On 9 February 2014 05:56, Gary Shannon <[log in to unmask]> wrote:

> I've never studied a language that uses postpositions instead of
> prepositions. I can't quite warp my head around how that must work I take
> the sentence fragment: "IN a cottage ON the edge OF a great forest" and if
> I use postpositions I come up with "a cottage the edge a great forest OF ON
> IN" That just looks like RPN, and I'm sure that's not how it's done in a
> real natlang.
Well, I wouldn't be so quick in dismissing that word order. As incredible
as it may sound, it's basically how Old Sumerian did things! Basically, in
Sumerian case suffixes were added at the end of the noun *phrase*, rather
than at the end of the noun. Since in Sumerian noun adjectives and noun
phrases *followed* the noun they completed, the result was often a big
pile-up of case suffixes at the end of a complex noun phrase (the plural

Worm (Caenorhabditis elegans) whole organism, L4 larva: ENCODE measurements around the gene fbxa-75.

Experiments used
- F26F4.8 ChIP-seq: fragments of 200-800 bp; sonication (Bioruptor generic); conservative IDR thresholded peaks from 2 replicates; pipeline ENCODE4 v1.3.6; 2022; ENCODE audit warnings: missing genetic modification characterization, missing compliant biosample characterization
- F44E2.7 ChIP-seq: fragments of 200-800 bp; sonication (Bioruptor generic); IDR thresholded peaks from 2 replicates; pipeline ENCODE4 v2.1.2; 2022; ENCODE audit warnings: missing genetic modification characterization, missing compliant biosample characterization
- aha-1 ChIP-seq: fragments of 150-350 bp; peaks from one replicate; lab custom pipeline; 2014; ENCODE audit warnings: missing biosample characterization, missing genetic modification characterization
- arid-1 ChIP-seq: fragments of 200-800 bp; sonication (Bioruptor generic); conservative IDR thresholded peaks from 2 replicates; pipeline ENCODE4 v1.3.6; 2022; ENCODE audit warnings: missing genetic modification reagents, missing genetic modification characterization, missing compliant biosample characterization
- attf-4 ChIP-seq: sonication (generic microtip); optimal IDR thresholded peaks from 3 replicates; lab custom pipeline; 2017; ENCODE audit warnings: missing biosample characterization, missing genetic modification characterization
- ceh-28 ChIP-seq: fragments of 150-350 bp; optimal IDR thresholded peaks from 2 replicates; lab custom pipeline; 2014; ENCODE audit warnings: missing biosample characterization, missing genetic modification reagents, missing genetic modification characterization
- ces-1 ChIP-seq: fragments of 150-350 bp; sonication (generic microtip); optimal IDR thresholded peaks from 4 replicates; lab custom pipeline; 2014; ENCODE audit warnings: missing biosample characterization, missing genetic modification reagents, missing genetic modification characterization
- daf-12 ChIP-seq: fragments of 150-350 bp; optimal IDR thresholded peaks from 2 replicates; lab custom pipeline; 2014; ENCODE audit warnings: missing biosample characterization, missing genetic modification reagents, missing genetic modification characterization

marker also appeared just before the case suffix, meaning that between a
plural marker and the noun it marked the plural of, there could be quite a
lot happening, including relative subclauses!).
It's really weird, and it's the only language we know that works this way
(the only languages I know of that are group marking like that tend to have
modifier phrases *preceding* the noun they complete rather than following
it), but it's very well attested.

> So can somebody help me out with what word order you would find for a
> sentence like "She lived in a cottage on the edge of a great forest." using
> postpositions?

As others have indicated, languages with postpositions will usually have a
different word order than the one you showed, with modifier phrases
*before* the modified noun rather than after it. Japanese is a textbook
example of this.

> The only postposition I can think of in English is "ago".
> (If it were a preposition then "ago three years" would be a perfectly good
> prepositional phrase, so I'm assuming it's a postposition. Or am I wrong
> about that?)
I have seen it described as a postposition. Some people think it's some
kind of adverb. There was a discussion not so long ago about how
adpositions often came from adverbs that become bound to the noun phrase
they describe, and depending on the position they end up taking create
prepositions or postpositions. I believe "ago" is a typical example of that
Christophe Grandsire-Koevoets
President of the Language Creation Society (

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